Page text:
Review: True Riches by Jeff Lestz (USA/UK, 2013)
(ed. note- Survivors have a long history of spending so much time surviving childhood that they never really learn how to be adults. Ken’s review of this book, which provides financial advice, can therefore be seen as an attempt to bridge that skills gap.)
They call it retail therapy but it’s all too easy to be profligate with money to make yourself feel better, without resolving any issues at all. Anyone with a spendaholic or financial self-abuse problem will now be feeling the general economic hangover from the recession and the medicine (unless you live in Canada whose banks didn’t go crazy) is being served without anaesthetic.
Enter Jeff Lestz and the book True Riches (TR) which is a new release aimed at trying to make anyone, whether religious or non-believers, financially secure in the end with the ultimate goal of trying to take financial dead weight off your shoulders and figure out the next step in your life. The best self-help or advice books achieve two things. Firstly, it’s not really about the author all that much even if Lestz gives examples from his own life and summarises his own story very neatly at the beginning.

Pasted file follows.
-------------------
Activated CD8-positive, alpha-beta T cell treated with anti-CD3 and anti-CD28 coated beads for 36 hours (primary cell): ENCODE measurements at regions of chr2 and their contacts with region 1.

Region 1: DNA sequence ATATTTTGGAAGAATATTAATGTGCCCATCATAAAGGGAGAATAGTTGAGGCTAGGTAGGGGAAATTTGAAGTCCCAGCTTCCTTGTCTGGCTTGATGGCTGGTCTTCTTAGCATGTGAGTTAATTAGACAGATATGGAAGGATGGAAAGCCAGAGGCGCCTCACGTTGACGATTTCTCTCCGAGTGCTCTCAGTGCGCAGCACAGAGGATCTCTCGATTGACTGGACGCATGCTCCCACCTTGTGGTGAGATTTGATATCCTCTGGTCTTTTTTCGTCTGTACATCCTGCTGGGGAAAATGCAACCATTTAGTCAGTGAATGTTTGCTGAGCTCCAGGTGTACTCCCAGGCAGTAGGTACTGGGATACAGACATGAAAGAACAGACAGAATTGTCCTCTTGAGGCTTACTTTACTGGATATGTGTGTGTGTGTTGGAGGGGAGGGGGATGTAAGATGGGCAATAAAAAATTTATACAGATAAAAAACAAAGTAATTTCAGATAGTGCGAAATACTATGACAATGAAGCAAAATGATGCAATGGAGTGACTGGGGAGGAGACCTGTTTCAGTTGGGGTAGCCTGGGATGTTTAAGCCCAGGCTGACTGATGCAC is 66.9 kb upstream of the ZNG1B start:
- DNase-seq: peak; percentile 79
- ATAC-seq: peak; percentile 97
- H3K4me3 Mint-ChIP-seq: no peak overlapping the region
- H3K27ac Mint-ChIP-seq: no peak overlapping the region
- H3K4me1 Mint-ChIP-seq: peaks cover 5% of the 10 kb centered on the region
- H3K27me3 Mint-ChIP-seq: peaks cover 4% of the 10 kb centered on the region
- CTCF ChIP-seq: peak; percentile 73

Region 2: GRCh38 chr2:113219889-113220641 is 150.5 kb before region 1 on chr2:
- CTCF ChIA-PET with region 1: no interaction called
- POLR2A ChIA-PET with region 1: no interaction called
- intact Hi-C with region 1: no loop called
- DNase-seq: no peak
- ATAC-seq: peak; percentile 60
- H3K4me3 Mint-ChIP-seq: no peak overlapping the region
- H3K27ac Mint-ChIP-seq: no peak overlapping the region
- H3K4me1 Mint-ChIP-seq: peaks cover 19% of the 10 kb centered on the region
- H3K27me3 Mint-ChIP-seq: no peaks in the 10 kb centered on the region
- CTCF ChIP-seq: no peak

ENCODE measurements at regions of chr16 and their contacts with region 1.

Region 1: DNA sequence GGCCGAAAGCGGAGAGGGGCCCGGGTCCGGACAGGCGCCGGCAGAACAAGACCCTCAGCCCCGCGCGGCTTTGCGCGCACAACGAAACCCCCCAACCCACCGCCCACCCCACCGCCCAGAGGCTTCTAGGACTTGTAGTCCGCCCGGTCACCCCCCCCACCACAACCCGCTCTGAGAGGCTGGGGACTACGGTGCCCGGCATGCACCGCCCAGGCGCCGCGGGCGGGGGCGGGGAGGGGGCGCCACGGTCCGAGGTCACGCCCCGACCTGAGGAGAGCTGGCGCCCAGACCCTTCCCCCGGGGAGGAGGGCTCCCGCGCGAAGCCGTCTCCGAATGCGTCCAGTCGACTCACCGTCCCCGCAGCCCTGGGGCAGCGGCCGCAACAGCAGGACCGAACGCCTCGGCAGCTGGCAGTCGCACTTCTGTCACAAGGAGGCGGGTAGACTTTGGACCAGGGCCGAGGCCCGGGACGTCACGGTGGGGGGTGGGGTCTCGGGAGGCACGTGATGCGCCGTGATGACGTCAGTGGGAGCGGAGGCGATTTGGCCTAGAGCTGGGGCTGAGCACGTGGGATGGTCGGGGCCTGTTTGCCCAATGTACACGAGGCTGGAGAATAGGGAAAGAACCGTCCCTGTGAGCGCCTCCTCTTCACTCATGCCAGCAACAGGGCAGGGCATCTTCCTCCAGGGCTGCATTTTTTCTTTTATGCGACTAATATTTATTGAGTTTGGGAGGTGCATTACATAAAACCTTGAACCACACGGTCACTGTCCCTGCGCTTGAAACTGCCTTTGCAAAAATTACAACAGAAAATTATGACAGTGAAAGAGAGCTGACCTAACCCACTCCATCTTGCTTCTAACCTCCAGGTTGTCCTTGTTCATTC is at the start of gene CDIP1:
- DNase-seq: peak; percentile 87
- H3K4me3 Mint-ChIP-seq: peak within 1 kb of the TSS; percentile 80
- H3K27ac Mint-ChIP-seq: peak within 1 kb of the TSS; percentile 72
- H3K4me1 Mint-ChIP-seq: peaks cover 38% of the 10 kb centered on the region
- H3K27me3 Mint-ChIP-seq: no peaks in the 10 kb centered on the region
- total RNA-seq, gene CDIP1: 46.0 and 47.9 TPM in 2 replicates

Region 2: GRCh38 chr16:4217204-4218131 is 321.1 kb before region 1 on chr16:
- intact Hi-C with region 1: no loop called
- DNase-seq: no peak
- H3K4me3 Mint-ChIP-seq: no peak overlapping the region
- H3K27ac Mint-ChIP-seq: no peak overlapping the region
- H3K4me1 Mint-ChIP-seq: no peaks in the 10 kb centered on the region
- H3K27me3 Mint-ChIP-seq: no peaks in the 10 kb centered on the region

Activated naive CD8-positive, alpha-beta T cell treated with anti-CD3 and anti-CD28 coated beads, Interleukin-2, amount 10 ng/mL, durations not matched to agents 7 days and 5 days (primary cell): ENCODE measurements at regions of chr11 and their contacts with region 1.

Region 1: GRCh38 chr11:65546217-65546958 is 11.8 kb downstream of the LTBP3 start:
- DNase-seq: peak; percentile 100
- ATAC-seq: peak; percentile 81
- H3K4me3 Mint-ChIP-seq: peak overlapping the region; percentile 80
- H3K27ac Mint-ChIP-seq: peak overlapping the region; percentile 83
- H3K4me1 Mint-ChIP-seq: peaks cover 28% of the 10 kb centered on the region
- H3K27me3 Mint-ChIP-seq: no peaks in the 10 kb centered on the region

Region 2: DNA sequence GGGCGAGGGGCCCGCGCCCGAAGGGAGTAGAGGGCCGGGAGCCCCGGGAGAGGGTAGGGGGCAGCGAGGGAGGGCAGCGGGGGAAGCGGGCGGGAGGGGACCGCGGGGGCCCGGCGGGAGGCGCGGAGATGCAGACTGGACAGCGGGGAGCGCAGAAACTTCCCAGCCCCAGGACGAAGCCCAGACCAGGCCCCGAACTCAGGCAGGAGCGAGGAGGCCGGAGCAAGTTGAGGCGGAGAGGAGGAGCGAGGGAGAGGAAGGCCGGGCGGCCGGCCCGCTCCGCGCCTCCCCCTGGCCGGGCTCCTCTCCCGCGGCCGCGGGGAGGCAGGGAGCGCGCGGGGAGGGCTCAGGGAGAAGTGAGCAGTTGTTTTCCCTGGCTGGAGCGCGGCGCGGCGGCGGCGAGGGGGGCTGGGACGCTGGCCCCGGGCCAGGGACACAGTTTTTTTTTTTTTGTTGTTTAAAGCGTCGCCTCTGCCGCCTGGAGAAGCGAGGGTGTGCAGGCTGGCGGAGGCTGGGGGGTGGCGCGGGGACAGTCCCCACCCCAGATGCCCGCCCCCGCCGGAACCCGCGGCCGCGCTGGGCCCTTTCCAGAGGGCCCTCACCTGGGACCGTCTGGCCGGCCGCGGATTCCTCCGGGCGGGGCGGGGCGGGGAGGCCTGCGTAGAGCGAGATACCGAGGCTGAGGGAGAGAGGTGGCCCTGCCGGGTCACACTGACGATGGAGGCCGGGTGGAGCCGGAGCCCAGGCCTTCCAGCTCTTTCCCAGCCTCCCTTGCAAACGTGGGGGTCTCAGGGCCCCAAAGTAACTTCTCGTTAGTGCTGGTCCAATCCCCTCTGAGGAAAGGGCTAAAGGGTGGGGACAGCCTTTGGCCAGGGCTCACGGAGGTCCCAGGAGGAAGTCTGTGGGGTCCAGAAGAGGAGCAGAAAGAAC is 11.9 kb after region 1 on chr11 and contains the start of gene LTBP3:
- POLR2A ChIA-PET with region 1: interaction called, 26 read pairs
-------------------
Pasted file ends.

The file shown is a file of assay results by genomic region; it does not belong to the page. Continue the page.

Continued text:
Secondly, despite appearing on Christian Radio stations such as Premier UK to promote TR, multiple readings of the book will show that it balances out all the religious perspectives and biblical interpretations with sledgehammer common sense and a large amount of humour. Joking aside, if you have the problems he describes over money, you will be kicking yourself that you either didn’t follow his suggestions earlier, or didn’t stick to them if you had already carried out some of his suggestions in the past.
Lestz also provides a budget chart sheet which you can recreate in any computer spreadsheet you wish and the book is a handy comparison piece to websites such as moneysavingexpert.com or other examples outside the UK for trying to get you the best value for money in every single area of your life. Anyone without a church can apply his often repeated tithing references and translate them to donations to charities in general although naturally, that depends on the charity. At the time of release and review we are going through the Autumn charity season in the UK though so it’s easy to see the range of them in the build-up to Christmas and pick according to your preference and percentage level to your finances.
In fact the only criticism I can make about the book is the fact that you might want to break Lestz’s own advice and buy a second copy for someone you know if what he says speaks to you directly. If you are religious in any way you will have your own bible to research the quotes further and directly from the text. Otherwise, True Riches is a great self-help book in lieu of one of Lestz’s speaking engagements that concentrates on trying to get your financial house in order, (however long it takes for you to help others) and well worth a read.
We obtained our copy direct from the site due to the current long wait for Amazon UK to deliver, you’ll find it at www.jefflestz.co.uk otherwise order a copy into your library as well. At just under 150 pages it’s easy to re-read again for reminders.
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